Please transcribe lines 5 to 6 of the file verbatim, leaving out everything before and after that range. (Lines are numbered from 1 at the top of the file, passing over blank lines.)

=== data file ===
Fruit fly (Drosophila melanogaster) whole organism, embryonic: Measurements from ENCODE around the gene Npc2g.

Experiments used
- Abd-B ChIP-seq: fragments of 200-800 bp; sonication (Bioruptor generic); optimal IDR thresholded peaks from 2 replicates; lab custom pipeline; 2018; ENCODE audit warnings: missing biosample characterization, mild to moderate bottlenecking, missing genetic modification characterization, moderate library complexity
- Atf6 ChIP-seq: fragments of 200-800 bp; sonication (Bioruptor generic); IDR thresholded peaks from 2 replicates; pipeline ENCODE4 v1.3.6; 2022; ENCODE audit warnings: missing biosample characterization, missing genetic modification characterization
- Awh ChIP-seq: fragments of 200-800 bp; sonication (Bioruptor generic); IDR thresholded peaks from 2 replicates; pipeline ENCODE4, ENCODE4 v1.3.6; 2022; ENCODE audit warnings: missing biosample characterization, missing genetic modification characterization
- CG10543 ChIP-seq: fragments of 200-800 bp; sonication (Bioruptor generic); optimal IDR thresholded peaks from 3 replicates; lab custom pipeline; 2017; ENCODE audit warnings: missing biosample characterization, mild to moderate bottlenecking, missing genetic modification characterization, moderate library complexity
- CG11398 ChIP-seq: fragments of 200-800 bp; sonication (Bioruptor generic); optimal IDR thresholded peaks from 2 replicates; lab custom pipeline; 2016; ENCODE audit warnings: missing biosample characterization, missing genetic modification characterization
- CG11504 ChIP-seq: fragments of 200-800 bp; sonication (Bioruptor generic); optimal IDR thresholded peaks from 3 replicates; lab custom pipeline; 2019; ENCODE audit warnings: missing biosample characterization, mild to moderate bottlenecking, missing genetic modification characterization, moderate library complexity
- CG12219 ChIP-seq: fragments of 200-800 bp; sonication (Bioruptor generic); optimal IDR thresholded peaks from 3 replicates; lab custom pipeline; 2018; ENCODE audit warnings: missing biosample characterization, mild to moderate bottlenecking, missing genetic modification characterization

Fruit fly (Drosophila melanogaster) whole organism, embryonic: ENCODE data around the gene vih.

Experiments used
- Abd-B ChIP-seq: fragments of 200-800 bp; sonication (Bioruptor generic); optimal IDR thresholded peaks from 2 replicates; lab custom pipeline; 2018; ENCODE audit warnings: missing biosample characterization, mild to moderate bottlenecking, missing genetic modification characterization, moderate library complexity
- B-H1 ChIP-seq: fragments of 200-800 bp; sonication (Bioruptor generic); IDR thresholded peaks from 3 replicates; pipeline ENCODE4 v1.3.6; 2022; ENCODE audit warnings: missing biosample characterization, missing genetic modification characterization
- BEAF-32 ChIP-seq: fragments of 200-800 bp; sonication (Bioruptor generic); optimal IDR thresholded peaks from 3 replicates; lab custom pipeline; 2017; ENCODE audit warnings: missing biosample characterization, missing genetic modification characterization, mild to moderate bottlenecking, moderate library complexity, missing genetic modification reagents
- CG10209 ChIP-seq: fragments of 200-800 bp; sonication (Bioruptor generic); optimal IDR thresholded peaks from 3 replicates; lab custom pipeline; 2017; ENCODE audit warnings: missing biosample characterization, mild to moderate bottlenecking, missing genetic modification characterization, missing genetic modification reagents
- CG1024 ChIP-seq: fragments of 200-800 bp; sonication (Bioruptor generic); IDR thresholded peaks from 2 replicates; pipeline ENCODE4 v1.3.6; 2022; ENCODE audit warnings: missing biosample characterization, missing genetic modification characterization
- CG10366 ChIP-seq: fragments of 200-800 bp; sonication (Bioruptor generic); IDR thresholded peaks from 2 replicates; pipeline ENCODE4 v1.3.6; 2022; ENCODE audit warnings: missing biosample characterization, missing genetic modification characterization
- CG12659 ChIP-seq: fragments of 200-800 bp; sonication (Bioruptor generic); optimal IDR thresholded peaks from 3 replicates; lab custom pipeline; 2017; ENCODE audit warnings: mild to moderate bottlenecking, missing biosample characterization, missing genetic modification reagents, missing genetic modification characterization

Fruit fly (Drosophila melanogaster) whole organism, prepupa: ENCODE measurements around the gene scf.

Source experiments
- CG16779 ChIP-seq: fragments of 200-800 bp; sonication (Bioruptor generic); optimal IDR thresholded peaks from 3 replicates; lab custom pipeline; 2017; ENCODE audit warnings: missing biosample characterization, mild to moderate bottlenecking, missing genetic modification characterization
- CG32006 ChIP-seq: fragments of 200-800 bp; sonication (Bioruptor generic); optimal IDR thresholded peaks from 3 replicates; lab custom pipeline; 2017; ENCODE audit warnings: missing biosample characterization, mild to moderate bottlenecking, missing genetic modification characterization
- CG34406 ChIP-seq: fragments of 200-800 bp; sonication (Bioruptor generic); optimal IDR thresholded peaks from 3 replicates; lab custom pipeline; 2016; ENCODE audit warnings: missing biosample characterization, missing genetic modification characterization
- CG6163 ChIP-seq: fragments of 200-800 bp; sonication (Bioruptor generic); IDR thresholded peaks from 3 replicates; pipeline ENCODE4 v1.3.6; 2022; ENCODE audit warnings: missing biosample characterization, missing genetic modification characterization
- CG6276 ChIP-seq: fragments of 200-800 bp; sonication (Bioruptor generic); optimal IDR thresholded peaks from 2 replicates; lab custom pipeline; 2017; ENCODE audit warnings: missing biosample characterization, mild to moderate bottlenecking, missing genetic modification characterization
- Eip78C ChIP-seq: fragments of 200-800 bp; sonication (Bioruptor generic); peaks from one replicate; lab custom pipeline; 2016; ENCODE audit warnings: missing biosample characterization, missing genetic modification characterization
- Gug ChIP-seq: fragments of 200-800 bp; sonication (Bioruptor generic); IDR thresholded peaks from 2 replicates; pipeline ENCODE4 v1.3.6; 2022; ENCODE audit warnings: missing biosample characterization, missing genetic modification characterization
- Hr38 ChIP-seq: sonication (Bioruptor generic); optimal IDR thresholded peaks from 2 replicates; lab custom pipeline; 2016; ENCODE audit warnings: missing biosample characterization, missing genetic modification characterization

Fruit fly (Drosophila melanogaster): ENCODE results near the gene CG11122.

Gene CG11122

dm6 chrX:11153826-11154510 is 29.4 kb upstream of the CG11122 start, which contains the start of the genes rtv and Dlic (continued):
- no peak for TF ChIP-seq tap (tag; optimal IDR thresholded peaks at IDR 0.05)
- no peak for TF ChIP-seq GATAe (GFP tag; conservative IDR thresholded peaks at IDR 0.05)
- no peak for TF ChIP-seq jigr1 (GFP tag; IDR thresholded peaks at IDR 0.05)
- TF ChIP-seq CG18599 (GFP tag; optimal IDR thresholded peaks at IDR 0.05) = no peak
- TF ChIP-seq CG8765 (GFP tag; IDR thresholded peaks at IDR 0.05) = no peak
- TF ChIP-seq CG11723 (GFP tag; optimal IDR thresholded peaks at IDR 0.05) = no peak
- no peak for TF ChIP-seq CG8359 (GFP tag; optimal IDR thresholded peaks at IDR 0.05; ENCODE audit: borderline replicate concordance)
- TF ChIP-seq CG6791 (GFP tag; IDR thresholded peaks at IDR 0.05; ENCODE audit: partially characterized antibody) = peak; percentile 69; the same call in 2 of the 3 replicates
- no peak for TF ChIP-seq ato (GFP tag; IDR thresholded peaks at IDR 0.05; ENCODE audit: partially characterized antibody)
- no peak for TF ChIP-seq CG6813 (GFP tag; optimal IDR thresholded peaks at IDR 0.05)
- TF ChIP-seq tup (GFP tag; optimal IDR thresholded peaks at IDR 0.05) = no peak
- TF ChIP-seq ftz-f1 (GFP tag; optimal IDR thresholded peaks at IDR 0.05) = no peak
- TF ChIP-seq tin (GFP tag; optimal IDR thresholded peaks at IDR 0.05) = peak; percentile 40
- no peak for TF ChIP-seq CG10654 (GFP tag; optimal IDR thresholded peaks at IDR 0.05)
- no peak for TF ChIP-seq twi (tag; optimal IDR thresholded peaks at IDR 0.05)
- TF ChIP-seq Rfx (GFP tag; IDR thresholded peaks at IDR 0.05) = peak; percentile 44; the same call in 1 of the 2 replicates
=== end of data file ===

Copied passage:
- Awh ChIP-seq: fragments of 200-800 bp; sonication (Bioruptor generic); IDR thresholded peaks from 2 replicates; pipeline ENCODE4, ENCODE4 v1.3.6; 2022; ENCODE audit warnings: missing biosample characterization, missing genetic modification characterization
- CG10543 ChIP-seq: fragments of 200-800 bp; sonication (Bioruptor generic); optimal IDR thresholded peaks from 3 replicates; lab custom pipeline; 2017; ENCODE audit warnings: missing biosample characterization, mild to moderate bottlenecking, missing genetic modification characterization, moderate library complexity